Protests continue to rage across Brazil with no immediate end in sight. on June 21 over 60,000 people took to the streets in the nation’s capital of Brasilia and left the Foreign Ministry “in a state of destruction.” Protests are raging across the rest of the country as well, with major uprisings reported in São Paulo and Rio de Janiero.
The protests initially began as a result of popular discontent over a 20 Real (approximately $0.10) hike in public bus fares, which started in Rio and then spread into a full-blown national movement. In fact, many of the protester’s signs read "twenty cents was just the start." Complaints about class inequality and billions spent by the government on the upcoming World Cup have further disenfranchised Brazillians, and in response the Brazilian people have taken to the streets.
Brazil's markets are responding negatively.
Immediate Economic Aftermath
Financially speaking, the protests are the second blow in a rough week for Brazil. On May 30, Brazil hiked interest rates 50 base points to 8 percent, despite the fact the economy only grew 1.95 percent. The real dropped to a four-year low on Thursday, as did Brazil’s stock exchange, the Bovespa. The Bovespa is down 1.88 percent.
And unsurprisingly, Brazilian ETFs are suffering. The largest and most popular Brazilian ETF iShares MSCI Brazil Index (EWZ) is down one percent at 43.46, and is down over 20 percent over the last three months. ETF Global X Brazil Mid Cap (BRAZ) is down 1.76 percent to 12.48. And Global x Brazil Financials is getting rocked: it's down to $10.36 a share, for a 4.6 percent total loss.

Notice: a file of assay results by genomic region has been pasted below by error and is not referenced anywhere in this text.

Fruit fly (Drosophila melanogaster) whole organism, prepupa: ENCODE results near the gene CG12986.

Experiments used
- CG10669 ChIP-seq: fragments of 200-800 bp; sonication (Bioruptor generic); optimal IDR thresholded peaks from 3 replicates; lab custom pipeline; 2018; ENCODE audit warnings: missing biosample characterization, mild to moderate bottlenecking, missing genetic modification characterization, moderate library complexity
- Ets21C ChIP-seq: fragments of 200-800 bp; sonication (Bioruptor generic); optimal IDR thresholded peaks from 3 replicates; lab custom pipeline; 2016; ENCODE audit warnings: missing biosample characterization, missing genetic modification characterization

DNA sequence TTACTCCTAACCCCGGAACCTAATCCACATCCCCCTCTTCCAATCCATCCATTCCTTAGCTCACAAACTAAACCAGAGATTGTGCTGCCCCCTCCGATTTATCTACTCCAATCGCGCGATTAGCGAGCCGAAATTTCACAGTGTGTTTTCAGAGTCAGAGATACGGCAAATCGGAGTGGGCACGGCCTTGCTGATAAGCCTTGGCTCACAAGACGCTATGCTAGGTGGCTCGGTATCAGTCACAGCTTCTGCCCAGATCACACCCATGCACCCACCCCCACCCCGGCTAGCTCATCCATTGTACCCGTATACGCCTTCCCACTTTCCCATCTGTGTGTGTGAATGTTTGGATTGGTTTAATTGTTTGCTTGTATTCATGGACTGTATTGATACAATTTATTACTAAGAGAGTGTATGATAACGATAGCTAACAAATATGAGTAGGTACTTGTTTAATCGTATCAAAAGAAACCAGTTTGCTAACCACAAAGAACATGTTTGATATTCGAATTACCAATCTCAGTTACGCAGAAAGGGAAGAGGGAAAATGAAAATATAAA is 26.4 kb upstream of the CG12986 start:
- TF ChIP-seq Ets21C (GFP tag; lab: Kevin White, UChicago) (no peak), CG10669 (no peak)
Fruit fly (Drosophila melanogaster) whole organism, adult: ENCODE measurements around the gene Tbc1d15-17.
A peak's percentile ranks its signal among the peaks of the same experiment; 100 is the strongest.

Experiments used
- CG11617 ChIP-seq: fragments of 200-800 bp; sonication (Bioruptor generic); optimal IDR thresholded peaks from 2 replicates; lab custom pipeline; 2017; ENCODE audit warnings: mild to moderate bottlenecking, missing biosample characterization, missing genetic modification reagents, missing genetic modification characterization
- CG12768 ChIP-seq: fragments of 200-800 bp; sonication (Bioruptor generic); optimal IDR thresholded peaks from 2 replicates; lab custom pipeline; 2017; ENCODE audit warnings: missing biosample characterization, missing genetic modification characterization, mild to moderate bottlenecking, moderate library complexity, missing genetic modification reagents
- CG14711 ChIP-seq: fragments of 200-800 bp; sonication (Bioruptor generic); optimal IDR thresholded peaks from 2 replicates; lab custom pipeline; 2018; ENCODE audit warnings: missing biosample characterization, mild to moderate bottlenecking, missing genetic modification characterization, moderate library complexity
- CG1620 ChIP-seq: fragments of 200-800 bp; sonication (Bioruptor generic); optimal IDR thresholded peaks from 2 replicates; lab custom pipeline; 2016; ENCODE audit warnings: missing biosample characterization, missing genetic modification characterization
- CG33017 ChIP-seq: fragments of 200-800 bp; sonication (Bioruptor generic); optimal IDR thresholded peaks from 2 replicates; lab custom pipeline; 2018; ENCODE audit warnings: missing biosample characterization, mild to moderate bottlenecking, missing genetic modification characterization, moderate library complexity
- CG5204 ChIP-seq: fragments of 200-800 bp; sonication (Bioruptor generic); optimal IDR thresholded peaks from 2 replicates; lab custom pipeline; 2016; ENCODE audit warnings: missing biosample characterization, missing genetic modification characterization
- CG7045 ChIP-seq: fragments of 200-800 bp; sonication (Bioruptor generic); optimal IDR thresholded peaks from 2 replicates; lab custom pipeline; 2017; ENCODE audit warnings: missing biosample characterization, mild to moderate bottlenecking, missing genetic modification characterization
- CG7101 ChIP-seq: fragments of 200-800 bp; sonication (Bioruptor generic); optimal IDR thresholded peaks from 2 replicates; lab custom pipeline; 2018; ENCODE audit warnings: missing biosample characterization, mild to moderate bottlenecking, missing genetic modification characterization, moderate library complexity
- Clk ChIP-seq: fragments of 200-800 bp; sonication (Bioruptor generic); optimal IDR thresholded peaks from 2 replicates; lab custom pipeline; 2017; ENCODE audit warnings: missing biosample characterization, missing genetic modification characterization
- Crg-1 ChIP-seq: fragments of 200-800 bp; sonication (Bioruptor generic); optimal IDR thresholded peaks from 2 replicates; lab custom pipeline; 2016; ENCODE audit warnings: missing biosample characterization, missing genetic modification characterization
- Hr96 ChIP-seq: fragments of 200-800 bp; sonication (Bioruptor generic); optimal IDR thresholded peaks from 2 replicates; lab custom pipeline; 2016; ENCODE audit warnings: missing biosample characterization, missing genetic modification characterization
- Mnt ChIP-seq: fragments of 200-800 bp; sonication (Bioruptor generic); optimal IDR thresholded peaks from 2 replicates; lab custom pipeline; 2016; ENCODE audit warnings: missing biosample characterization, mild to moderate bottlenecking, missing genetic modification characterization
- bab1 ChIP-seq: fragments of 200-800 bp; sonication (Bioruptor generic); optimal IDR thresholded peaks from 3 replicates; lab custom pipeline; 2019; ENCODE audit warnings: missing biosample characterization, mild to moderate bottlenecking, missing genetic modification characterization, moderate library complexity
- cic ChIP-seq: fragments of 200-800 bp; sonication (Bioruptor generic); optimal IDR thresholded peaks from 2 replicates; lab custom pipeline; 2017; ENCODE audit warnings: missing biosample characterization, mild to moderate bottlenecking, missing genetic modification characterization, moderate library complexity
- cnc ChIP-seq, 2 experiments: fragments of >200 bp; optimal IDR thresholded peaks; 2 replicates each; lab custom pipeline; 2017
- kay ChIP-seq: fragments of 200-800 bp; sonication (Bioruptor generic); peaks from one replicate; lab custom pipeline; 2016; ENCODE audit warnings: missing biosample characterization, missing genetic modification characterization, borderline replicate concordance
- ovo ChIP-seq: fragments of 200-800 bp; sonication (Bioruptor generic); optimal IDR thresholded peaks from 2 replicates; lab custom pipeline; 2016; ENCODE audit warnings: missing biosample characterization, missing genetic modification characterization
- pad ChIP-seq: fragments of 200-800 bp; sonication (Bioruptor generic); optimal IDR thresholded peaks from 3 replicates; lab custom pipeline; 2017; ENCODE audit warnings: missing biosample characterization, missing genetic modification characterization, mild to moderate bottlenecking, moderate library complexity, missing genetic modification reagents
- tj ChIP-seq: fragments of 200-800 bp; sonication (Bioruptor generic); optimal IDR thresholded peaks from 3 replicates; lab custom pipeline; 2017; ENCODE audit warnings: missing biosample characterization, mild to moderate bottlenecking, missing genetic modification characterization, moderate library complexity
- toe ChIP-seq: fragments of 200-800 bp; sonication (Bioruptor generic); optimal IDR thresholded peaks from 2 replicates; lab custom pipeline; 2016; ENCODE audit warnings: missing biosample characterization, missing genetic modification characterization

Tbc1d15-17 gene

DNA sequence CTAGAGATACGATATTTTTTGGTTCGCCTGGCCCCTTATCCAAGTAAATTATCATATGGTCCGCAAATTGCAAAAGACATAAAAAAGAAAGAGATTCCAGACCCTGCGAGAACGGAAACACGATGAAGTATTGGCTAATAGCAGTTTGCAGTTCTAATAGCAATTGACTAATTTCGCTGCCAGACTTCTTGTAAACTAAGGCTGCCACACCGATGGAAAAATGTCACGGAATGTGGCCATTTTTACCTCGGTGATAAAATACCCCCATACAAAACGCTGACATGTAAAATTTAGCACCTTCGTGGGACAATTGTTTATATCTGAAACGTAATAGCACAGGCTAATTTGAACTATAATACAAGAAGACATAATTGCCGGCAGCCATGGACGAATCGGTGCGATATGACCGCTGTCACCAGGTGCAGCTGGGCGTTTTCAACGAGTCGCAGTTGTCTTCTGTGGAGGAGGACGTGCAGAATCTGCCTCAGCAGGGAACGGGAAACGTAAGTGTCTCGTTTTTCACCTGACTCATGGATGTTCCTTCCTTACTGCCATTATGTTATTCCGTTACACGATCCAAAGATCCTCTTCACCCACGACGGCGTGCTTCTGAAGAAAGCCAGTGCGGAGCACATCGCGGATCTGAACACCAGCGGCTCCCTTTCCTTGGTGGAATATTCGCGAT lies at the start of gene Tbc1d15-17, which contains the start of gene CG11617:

One of the main differences between the protests in Brazil and the unrest in Turkey that began in May is the fact that the Brazilian government is sympathetic to the demands of the protesters. Brazilian President Dilma Rousseff is a former Marxist guerilla, and was swept into office in 2011 on a leftist platform. Rousseff applauds the direct action of the people, and said in a nationally televised address "The direct message from the streets is for more citizenship, better schools, better hospitals, better health, for direct participation," she said in a nationally televised address. "My government is trying and committed to social transformation."
Rousseff called an emergency meeting to try to end the protests quickly as possible – the movement has already disrupted pre-World Cup matches at the Confederations Cup. The disruption is already being viewed as a national embarrassment.
Brazil Going Forward
Brazillian government has already capitulated to some of the protesters demands, notably rolling back that plan to raise bus fares that ignited the movement. The next big call to Rousseff is to end the corruption and cronyism that became endemic during her predecessor Luiz Inácio Lula da Silva’s administration. Lula oversaw broad social reforms and the rise of Brazil to a major economic superpower. Rousseff ‘s administration on the other hand has seen a May Standard and Poor report downgrading Brazil to a “negative outlook” and the Bovespa losing over a third of its value.
Rousseff is still one of the world’s most popular presidents – her approval rating pre-protests was sky high (low 70s). A lot of her popularity stems from her social reforms that raised people up a class level while the Brazil’s economy has dwindled. But she now faces perhaps her toughest balancing act yet as the protests swell to over a reported one million people and the Brazilian economy continues to struggle.
[Image via Flickr]
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